Blueprints and Rumors in Sinuiju and Dandong

Last week Christopher Green and I assessed the outlook for concerted Chinese-North Korean development in the critical corridor for trade between Dandong (PRC) and Sinuiju (DPRK). Using the October bilateral trade fair in Dandong as the test case and a number of Chinese-language press releases as sources, we argued that the trade fair should not be interpreted as evidence of a new receptivity by North Korea to Chinese investment. In a subsequent post piquantly entitled “We’ll Always Have Dandong,” Marcus Noland saw the trade fair (and North Korea’s refusal to open the road to a $300 million bridge) within a historical continuity where “the economic development that we have observed in North Korea over the past 25 years has, for the most part, come in spite of the state, not because of it.”

To summarize the bad news: The Hwanggumpyeong Island SEZ (once the crown jewel in the plans for joint economic management and development) is more or less withering, the North Korean side refuses to open the magnificent existing bridge over the Yalu, the delegations sent to Dandong are more or less the same as they have been in the past, and Jang Song-taek is dead. The baseline ambition for the Dandong-Sinuiju corridor as laid out by Premier Wen Jiabao in Pyongyang exactly six years ago seems to have been unfulfilled, and is languishing alongside a Liaoning province which itself could very much use more investment.

Given the lack of coordination between North Korea and China, it seems rather odd, then, that a new blueprint for massive Chinese investment in infrastructure in Sinuiju would surface at this moment. The JoongAng Ilbo (中央日报) in Seoul reports that it has gotten its hands on a comprehensive plan which would, if implemented, in the next 5-10 years, lead to all sorts of changes in the border region. 

One object of interest in the plans is Ryucho-do [柳草岛/유초도], or Ryucho Island. If the emerging South Korean narrative of possible development on Ryucho as a signal for a broader opening-up and reform of the North Korean economy sounds familiar, it’s because an essentially similar story was circulating in 2009, after which time essentially nothing was done.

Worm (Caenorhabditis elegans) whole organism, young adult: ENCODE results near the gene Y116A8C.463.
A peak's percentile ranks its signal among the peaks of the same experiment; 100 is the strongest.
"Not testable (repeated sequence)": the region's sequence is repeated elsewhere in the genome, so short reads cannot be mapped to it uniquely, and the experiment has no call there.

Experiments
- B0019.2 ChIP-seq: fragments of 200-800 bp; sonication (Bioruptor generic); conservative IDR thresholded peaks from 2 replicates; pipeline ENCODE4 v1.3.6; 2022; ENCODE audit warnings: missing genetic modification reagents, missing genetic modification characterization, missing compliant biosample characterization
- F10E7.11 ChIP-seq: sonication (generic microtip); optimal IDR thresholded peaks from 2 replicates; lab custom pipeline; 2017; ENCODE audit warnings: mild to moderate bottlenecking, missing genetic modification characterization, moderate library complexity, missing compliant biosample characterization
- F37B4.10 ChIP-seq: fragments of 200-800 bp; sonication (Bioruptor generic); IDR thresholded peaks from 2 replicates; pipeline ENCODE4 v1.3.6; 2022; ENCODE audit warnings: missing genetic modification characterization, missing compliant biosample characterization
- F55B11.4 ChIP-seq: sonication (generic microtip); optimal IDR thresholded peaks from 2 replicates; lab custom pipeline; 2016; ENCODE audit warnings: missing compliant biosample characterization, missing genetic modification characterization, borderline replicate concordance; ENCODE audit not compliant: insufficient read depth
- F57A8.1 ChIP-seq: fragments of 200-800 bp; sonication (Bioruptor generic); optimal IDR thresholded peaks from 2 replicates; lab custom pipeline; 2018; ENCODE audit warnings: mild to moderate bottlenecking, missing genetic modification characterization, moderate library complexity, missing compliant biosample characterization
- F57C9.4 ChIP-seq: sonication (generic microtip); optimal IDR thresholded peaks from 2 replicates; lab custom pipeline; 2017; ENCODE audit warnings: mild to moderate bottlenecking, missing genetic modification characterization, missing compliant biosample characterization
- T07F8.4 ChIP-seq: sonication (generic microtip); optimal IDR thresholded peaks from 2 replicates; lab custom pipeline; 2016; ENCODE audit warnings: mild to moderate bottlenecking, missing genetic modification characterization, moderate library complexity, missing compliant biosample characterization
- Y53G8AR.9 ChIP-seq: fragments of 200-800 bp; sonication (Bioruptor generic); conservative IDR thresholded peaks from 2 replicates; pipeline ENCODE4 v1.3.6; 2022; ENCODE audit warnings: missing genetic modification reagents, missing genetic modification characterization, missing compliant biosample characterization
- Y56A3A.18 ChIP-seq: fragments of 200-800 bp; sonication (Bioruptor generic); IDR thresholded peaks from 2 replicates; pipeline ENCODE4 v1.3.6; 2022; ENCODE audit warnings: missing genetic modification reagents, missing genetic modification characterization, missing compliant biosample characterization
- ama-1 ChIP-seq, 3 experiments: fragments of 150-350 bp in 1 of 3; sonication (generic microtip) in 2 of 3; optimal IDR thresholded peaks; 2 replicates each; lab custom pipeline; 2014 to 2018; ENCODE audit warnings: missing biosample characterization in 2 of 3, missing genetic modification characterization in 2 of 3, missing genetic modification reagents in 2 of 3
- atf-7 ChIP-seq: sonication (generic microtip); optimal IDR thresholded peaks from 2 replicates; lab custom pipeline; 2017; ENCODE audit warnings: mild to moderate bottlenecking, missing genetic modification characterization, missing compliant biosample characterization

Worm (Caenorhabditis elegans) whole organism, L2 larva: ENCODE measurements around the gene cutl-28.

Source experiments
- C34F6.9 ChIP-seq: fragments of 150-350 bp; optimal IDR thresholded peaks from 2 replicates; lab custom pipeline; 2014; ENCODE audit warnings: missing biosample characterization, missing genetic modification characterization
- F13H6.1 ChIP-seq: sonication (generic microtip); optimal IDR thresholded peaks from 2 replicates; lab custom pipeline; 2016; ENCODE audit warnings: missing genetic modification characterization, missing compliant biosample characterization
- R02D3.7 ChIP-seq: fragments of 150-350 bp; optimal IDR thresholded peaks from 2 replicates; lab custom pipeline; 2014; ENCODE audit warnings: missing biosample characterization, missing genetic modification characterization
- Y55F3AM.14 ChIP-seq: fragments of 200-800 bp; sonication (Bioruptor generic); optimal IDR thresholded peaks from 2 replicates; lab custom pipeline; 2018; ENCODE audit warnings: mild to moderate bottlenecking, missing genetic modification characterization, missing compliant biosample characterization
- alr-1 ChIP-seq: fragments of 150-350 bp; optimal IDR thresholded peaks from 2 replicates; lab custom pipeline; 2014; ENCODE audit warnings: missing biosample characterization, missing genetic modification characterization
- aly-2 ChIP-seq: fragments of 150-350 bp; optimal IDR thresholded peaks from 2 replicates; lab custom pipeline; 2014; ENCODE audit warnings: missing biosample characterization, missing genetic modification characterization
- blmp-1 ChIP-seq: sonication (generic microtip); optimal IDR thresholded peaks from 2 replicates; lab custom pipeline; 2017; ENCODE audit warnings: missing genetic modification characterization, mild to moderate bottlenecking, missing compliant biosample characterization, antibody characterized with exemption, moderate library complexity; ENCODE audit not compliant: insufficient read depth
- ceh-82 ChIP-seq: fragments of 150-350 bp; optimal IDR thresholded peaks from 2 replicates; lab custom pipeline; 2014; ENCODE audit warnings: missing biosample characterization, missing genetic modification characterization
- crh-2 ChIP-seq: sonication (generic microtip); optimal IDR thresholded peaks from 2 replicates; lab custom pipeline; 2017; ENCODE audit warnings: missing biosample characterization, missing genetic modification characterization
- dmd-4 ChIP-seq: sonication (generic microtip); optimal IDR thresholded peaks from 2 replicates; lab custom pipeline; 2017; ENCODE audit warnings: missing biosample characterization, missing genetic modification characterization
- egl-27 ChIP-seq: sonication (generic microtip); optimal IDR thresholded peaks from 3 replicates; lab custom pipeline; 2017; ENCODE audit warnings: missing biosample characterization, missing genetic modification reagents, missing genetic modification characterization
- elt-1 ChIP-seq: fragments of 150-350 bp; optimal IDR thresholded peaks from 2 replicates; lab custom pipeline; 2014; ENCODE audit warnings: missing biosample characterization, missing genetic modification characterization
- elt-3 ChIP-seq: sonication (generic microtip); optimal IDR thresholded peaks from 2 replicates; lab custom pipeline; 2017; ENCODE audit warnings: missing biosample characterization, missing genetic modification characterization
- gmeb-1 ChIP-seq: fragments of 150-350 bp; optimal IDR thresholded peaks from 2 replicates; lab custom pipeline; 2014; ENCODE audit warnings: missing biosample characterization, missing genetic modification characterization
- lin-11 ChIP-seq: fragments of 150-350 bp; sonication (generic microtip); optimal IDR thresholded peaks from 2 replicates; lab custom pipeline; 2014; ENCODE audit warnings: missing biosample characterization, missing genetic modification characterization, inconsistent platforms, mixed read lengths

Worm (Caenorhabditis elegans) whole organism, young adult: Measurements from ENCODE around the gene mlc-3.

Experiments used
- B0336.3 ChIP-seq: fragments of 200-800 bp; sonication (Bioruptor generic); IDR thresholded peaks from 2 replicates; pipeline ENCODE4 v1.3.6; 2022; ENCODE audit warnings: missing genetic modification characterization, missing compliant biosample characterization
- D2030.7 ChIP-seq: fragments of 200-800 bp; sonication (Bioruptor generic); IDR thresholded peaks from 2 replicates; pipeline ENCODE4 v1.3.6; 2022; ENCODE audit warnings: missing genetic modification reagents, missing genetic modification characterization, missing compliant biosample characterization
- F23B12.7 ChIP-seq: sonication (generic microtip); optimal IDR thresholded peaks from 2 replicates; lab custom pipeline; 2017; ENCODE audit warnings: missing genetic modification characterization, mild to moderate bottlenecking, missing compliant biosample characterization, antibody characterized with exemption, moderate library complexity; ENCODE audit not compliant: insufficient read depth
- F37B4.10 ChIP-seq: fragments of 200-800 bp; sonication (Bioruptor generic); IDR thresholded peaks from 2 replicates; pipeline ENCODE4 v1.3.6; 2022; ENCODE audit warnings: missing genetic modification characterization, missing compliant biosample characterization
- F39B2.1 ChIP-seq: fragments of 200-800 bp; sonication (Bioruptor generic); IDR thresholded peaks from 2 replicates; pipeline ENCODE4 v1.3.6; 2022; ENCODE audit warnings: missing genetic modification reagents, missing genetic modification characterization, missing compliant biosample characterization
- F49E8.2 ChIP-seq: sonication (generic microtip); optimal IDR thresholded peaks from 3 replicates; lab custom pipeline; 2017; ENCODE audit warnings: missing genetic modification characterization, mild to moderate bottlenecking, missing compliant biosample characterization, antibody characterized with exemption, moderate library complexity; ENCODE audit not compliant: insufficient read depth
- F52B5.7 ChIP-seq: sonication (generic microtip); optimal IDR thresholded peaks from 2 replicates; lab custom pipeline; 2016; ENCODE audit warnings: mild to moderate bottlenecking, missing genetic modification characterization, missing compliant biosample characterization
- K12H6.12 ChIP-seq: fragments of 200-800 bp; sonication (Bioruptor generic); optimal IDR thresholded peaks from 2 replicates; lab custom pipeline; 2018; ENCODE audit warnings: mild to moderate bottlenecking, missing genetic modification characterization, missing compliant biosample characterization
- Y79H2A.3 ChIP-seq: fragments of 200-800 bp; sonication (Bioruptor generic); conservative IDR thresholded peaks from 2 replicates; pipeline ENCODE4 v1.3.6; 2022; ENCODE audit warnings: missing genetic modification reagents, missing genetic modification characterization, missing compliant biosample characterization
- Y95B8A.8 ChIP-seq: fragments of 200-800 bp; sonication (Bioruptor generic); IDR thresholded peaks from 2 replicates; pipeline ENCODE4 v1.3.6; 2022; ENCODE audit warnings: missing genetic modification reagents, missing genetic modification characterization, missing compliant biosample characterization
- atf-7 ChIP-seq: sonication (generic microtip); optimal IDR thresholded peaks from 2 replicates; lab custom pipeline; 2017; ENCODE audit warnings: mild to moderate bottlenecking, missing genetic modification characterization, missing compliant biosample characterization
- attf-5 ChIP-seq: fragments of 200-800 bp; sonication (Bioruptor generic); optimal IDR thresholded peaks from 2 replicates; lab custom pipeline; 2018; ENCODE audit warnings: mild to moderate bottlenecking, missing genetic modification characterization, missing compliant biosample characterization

Chinese state media is hardly some oracle of absolute correctness when it comes to confirming or denying this story. There has been precisely one mention of it which I have been able to find in print state media today, in the China Daily, which essentially repeats the JoongAng content without any comment or inference — other than to mention Yang Bin, the unfortunate tycoon handpicked by Kim Jong-il to put forward a similarly unilaterally-considered plan back in 2001-02, before his arrest by Chinese authorities.

In short, the Liu Yunshan visit to Pyongyang did not appear to break the logjam of overlapping plans, agendas, and North Korean strategic passivity and resistance in Sinuiju. The Dandong trade fair had been in the planning for over a year, and was itself not symbolic of anything other than an ongoing lack of coordination on existing problematic issues in and near Dandong such as the Hwanggumpyeong Island SEZ and the unopened modern bridge.

Perhaps in allowing word of this rumored plan to spread, China is simply playing along with what may be a South Korean misinformation campaign intended to prod North Korean development across the river from Dandong. As ever, the plans — assuming they actually exist — may be beautiful, but there is already no lack of plans for this region. In the meantime, optimists can take comfort in the announcement of more tourist routes from Dandong to Sinuiju, something which is announced every year after the trade fair, and which the government in Pyongyang can shut off at a moment’s notice.

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